NAIROBI, Kenya (BP) — Many Americans watched, horrified, as the Westgate Mall siege in Nairobi unfolded. Their own memories of flying debris and shocked disbelief from 9/11, barely below the surface, rose again in indignation and fear, fueling anger toward “them.”
Many who heard the news may have been relieved that it was in a distant place — Kenya — so far away they were able to go on with their lunches and appointments without much disruption, checking over their shoulders whenever talking heads might use words they didn’t really understand like “Harakat al-Shabab al-Mujahedeen” (Mujahedeen Youth Movement). For some, however, the news was more shattering.
Jessie Yates grew up in Africa as the daughter of International Mission Board missionaries and went back as an adult to teach Somali refugees in Nairobi. For her, the news was more personal. “I am an American whose heart belongs in Kenya,” Yates writes from a perspective on the violence in Africa that is insider information.
In her recent musings on Facebook titled “We Are One” — a phrase that has become an expression of solidarity since the mall attack — Yates tells readers that Kenya and America are not so different. “That’s the thing about Kenya — so many tribes and languages and customs. But we are all one. We are all Kenya. One people, one nation,” she writes. Yates says the outsiders — the ones who don’t fit in — are the terrorists.
Al-Shabab, the organization that claimed responsibility for the Sept. 21 Westgate Mall siege, is a Somalia-based arm of al-Qaeda. Al-Shabab rules over “little Somalia” in the Nairobi neighborhood of Eastleigh.
Although their headquarters is a fancy hotel, they dominate an urban slum of first-, second- and third-generation refugees who fled the horrible conditions of their own country and now consider themselves Kenyan.
Yates wants people to know that Somalis are not al-Shabab — they are victims too.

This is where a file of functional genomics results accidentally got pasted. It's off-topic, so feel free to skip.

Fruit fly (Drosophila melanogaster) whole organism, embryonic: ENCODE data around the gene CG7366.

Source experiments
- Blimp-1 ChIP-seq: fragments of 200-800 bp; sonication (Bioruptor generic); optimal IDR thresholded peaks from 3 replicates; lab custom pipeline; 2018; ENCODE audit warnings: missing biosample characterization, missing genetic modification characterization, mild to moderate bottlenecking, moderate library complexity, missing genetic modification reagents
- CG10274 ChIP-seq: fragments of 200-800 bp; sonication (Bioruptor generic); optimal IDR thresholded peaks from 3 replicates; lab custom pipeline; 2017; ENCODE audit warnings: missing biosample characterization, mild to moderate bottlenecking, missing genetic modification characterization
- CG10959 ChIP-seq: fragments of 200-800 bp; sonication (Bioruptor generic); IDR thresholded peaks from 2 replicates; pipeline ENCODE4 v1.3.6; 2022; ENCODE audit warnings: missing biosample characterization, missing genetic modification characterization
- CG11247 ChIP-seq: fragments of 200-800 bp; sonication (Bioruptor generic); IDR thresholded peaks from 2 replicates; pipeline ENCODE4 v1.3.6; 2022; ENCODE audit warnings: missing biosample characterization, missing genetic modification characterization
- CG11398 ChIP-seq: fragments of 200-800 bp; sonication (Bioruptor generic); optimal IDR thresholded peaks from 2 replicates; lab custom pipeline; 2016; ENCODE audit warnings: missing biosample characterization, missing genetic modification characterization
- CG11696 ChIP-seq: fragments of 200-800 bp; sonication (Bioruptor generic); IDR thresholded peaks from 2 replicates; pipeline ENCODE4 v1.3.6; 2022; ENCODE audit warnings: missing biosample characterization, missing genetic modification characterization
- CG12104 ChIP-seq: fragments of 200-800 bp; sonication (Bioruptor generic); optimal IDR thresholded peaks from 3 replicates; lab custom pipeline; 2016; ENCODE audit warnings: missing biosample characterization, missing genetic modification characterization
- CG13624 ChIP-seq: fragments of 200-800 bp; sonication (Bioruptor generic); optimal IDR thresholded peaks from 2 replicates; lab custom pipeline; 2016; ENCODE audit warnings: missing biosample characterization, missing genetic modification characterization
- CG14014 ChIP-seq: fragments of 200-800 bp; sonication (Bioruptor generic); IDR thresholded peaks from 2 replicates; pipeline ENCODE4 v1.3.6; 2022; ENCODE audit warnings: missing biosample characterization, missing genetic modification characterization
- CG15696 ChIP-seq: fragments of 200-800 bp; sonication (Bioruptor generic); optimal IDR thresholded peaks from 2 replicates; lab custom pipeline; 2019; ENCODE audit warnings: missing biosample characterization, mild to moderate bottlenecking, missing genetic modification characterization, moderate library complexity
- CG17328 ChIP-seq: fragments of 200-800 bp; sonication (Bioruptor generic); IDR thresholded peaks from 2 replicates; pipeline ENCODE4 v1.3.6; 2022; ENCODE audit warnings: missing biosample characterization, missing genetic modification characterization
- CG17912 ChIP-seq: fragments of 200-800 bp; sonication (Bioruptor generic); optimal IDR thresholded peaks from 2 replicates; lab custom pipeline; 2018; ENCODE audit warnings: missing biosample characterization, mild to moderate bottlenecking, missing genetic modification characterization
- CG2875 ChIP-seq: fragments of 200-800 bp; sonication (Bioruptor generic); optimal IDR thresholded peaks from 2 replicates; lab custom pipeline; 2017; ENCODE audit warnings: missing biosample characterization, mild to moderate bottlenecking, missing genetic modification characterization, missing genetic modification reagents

“Say the word al-Shabab,” Yates writes, and I picture that awkwardly and shamefully placed hotel in the middle of Eastleigh, Nairobi. Say the word al-Queda [sic] and I’ll inevitably remember the second plane hitting the tower in real time, and even more so, the feeling that my heart had been ripped out of my chest when I learned the Nairobi embassy had been bombed.
“The last thing that I picture is Somali children in green and white uniforms … or the countless other Somali that I have met and befriended over the years. I don’t think about hijabs or Islam or the Q’ran [sic]. I think about the evil that is misplaced and festering in the hearts of a relatively small few.”
Katherine Walton, another MK living in Kenya, who was trapped in the Westgate Mall during the siege, also would be quick to differentiate terrorists from the rest. The man who rescued her was a Somali Muslim.
“He was such a brave man — so selfless and courageous,” “Walton said. “He kept going into the mall over and over to rescue more people.”
For Southern Baptists, Yates’ message is that “they” are not the Muslims or the Somalis.
“Those groups, and the people who adhere to those beliefs and mindsets, are like the shiny, misplaced hotel in the middle of Eastleigh,” Yates writes. “They may say they are part of the same community and some people may want to point to them as representatives of a larger body, but they don’t really fit and everyone knows it.”
Yates’ Facebook post is a reminder for Southern Baptists to pray for the people of Kenya as they recover from this most recent attack. She sees God is at work in this country and believes He will ultimately win the day.
“There is a line between them and us, it’s as clear as that grid iron fence and cobbled courtyard,” Yates writes. “I’m proud to say that I stand on this side of the line, because I know, deep down, we are stronger and we won’t be beaten.”
Nicole Lee is an IMB writer based in Europe. Get Baptist Press headlines and breaking news on Twitter (@BaptistPress), Facebook (Facebook.com/BaptistPress) and in your email (baptistpress.com/SubscribeBP.asp).